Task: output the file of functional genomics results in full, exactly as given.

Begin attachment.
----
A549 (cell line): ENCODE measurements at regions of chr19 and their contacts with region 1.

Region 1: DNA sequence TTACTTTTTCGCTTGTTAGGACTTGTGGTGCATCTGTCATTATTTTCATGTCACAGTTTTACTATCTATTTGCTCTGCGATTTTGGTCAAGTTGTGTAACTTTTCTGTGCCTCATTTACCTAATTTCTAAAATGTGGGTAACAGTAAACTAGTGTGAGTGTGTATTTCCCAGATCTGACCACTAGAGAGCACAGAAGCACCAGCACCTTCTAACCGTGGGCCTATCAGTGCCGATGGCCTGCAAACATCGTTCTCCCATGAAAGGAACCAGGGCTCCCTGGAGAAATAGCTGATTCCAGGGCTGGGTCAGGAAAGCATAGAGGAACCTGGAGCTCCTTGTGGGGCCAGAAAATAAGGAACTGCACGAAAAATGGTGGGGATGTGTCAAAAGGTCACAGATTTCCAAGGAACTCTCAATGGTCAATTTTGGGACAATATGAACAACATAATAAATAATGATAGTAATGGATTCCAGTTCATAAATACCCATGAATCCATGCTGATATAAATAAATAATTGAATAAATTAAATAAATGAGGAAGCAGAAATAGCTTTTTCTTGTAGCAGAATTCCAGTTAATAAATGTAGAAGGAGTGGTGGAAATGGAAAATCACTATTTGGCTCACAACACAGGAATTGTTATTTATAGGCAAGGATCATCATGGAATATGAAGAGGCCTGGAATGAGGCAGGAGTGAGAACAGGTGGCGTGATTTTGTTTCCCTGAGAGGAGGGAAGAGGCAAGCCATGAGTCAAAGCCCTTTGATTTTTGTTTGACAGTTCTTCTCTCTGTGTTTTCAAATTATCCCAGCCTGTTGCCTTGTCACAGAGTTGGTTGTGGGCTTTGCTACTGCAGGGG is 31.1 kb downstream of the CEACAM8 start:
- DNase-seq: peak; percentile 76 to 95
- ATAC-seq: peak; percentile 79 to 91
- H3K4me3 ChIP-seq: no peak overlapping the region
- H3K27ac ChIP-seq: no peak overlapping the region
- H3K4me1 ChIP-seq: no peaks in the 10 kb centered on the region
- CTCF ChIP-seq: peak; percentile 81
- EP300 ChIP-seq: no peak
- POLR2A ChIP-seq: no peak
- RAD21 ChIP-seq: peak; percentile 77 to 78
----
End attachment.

A549 (cell line): ENCODE measurements at regions of chr19 and their contacts with region 1.

Region 1: DNA sequence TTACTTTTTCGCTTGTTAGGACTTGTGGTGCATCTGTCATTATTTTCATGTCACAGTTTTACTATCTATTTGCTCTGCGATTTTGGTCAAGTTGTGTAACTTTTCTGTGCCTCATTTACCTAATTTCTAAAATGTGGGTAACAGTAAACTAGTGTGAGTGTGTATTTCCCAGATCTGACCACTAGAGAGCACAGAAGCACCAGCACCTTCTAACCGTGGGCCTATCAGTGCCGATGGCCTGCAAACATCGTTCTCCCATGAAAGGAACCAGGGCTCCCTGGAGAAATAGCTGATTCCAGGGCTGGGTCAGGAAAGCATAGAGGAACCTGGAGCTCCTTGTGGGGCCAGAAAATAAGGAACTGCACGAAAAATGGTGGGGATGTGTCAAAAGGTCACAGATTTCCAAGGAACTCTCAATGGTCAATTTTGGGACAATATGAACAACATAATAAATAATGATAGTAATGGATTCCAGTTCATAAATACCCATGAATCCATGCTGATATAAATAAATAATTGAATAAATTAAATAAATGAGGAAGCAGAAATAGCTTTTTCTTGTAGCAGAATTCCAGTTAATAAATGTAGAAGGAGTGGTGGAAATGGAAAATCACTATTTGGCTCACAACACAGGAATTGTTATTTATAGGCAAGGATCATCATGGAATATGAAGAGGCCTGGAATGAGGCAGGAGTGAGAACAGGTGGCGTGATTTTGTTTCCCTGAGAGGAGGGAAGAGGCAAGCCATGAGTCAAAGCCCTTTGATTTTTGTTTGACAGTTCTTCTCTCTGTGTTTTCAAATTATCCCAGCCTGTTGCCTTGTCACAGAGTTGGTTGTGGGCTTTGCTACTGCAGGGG is 31.1 kb downstream of the CEACAM8 start:
- DNase-seq: peak; percentile 76 to 95
- ATAC-seq: peak; percentile 79 to 91
- H3K4me3 ChIP-seq: no peak overlapping the region
- H3K27ac ChIP-seq: no peak overlapping the region
- H3K4me1 ChIP-seq: no peaks in the 10 kb centered on the region
- CTCF ChIP-seq: peak; percentile 81
- EP300 ChIP-seq: no peak
- POLR2A ChIP-seq: no peak
- RAD21 ChIP-seq: peak; percentile 77 to 78